Peace icon Desmond Tutu on Thursday called on South Africa, tarnished by violence and inequality, to recover the "spirit that made it great" at the fall of apartheid.
"The world really thought that we were the cat's whiskers," Tutu, who is seen as South Africa's moral compass, said referring to the period after the advent of democracy in 1994.
"We can't pretend that we have remained at the same height," he added with "a plea that we for goodness sake recover the spirit that made us great".
The former Anglican Archbishop of Cape Town was speaking at an event to mark his reception of the $1.7 million (1.3 million euro) Templeton Prize award.
The 81-year-old steered clear of directly commenting on current politics amid a series of controversies facing President Jacob Zuma's government.
The Nobel peace laureate said South Africa, once "the flavour of the month" when democracy arrived 19 years ago, was now one of the world's most violent and unequal societies.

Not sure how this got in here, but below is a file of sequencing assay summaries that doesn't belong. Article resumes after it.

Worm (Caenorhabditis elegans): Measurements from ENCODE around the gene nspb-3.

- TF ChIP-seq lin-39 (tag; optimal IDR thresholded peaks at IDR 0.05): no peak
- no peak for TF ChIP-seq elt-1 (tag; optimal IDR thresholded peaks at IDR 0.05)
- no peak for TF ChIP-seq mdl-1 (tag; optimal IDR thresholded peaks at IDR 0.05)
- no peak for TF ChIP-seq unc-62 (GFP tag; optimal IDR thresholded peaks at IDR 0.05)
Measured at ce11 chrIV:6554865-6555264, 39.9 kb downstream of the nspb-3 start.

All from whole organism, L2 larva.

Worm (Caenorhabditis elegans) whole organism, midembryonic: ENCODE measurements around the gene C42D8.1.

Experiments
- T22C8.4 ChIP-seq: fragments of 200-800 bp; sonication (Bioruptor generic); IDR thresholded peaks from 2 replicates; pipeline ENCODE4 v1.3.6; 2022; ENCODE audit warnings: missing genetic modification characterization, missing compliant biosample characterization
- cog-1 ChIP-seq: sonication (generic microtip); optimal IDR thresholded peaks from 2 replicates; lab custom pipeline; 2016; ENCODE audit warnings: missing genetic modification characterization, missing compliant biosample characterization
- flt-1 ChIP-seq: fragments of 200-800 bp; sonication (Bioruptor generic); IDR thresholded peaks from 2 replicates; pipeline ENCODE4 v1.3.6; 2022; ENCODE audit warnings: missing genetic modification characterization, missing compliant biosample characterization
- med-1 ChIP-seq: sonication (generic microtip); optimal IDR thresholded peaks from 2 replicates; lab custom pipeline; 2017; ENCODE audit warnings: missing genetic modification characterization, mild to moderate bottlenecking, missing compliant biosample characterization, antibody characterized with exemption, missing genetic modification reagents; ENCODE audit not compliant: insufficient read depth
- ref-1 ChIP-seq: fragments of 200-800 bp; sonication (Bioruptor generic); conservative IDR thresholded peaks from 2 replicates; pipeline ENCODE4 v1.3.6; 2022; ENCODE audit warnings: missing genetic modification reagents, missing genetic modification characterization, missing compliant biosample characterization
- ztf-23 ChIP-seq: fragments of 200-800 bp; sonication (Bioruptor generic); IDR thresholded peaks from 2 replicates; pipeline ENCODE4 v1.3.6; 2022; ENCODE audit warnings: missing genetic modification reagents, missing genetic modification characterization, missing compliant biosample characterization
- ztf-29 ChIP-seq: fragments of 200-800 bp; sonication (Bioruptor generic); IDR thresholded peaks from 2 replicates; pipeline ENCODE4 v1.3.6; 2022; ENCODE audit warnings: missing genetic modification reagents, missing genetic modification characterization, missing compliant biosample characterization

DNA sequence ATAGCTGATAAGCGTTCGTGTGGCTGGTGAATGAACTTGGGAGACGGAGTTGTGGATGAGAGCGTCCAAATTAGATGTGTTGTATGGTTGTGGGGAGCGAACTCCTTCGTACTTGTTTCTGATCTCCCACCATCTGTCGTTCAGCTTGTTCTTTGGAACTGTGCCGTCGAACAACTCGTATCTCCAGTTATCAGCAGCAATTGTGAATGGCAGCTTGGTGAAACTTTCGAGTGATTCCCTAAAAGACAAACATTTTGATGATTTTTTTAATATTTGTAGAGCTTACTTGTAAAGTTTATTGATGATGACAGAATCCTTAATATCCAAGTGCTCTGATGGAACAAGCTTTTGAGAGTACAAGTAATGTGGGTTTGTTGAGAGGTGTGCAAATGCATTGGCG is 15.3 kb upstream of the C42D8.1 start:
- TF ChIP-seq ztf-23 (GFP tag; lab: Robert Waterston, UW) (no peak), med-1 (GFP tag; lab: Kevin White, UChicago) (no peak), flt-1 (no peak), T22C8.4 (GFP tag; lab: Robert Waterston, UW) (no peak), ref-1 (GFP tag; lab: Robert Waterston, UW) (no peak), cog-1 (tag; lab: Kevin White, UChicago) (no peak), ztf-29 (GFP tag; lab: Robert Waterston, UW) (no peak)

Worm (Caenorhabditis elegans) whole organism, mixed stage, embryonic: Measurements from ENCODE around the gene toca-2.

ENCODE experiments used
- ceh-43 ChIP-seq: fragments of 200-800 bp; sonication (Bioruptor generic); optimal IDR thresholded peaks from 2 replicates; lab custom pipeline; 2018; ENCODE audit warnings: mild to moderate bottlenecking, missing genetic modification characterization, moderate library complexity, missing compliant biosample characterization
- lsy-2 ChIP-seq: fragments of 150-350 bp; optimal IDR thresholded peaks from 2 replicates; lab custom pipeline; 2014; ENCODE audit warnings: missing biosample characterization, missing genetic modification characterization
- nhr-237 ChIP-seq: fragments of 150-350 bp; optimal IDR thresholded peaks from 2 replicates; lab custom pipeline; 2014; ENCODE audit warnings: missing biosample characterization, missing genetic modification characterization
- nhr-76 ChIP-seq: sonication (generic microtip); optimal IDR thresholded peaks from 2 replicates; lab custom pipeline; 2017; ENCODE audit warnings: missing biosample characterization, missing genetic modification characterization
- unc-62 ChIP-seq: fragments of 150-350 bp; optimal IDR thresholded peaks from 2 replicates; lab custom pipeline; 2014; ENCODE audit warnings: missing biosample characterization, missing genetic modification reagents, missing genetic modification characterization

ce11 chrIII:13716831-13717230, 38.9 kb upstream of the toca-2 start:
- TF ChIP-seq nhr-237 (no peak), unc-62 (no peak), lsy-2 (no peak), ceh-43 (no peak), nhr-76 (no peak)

"The world was thrilled when freedom came to our land and we pray that South Africa will recover its own sense of worth, we will recover the sense of worth of every single human being," he said.
He called on the nation to become "a generous, a gentle, a caring, a compassionate society."
Tutu was awarded the Templeton Prize, one of the world's largest annual awards, last week for his lifelong work to promote "love and forgiveness".
The prize pays tribute to "a living person who has made exceptional contributions to affirming life's spiritual dimension"
The former vocal opponent of South Africa's white-minority apartheid regime will be formally presented with the award at a ceremony in London on May 21.
"Like so many of us, I owe a great deal to our former president Nelson Mandela," said Tutu, citing the 94-year-old in his tributes.
Tutu did not say what he will do with the money, after previous recipient the Dalai Lama, Tibet's spiritual leader, gave the money to charity.
"I'm certainly not going to want to hog it to myself," he said.